Geoffrey Chaucer had a range matched by very few authors. Author of bawdy fabliaux, high philosophical meditations, psychological character studies, a technical manual, hazy dream visions, medievalizations of the classical past, treatises on fame, and deliberately(?) unfinished romances, all underwritten by varying levels of irony, Chaucer has left us with a corpus that has entertained and puzzled readers for nearly eight hundred years. In this course we will explore the writings of Geoffrey Chaucer in order to study one of literary history’s most versatile minds, and to introduce students to Middle English language and culture. One goal of the course is to encourage students to enjoy Chaucer: we will work towards this by emphasizing Chaucer’s own playfulness in his texts, including his experimentation, his presentation of human difference, his elastic manipulation of philosophical ideas, his attention to the problems of translation, and his self-conscious consideration of narrative. In so doing, the course will provide an introduction to the uncanny amalgam of familiar and foreign that is Middle English.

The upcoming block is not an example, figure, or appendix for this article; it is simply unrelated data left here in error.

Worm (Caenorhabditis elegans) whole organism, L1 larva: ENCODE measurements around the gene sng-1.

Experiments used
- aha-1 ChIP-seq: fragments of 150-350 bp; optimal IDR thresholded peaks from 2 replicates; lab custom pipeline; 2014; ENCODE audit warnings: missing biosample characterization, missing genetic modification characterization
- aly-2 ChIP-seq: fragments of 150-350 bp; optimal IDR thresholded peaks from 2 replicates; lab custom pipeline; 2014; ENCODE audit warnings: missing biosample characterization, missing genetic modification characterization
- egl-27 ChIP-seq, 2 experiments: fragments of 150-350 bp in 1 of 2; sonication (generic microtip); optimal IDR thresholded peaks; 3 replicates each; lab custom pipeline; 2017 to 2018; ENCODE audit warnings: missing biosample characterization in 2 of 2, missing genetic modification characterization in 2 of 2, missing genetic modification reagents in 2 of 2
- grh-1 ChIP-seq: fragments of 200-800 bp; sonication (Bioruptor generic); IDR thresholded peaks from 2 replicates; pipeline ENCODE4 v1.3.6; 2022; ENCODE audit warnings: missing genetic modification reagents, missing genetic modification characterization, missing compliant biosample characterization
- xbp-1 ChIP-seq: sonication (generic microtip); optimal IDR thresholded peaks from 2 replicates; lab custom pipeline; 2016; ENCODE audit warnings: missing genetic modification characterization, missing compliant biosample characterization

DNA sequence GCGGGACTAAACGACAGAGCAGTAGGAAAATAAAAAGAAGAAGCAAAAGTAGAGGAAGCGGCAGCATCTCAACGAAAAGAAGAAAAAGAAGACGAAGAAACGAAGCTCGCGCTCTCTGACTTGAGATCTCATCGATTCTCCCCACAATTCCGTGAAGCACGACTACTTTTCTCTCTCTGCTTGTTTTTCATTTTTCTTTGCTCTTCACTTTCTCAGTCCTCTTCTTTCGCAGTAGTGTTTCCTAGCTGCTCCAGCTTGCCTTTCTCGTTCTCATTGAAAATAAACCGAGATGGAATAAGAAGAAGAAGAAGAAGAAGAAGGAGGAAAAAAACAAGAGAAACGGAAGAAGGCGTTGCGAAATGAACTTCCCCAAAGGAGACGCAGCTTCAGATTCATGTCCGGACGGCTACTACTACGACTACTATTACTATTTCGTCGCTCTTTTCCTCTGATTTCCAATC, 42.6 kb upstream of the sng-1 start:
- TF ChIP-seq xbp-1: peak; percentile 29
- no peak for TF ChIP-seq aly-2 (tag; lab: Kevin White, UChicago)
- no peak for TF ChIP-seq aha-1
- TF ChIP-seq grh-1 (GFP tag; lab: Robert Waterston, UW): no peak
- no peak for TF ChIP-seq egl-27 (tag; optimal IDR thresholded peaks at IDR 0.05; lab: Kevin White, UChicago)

The Class: Type: seminar
Requirements/Evaluation: participation in class discussion, one presentation with annotated bibliography, in-class writing, several short writing assignments, one longer 8- to 10-page paper
Prerequisites: a 100-level ENGL course, or a score of 5 on the AP English Literature exam, or a score of 6 or 7 on the Higher Level IB English exam
Enrollment Preference: English majors
Distributions: Division I;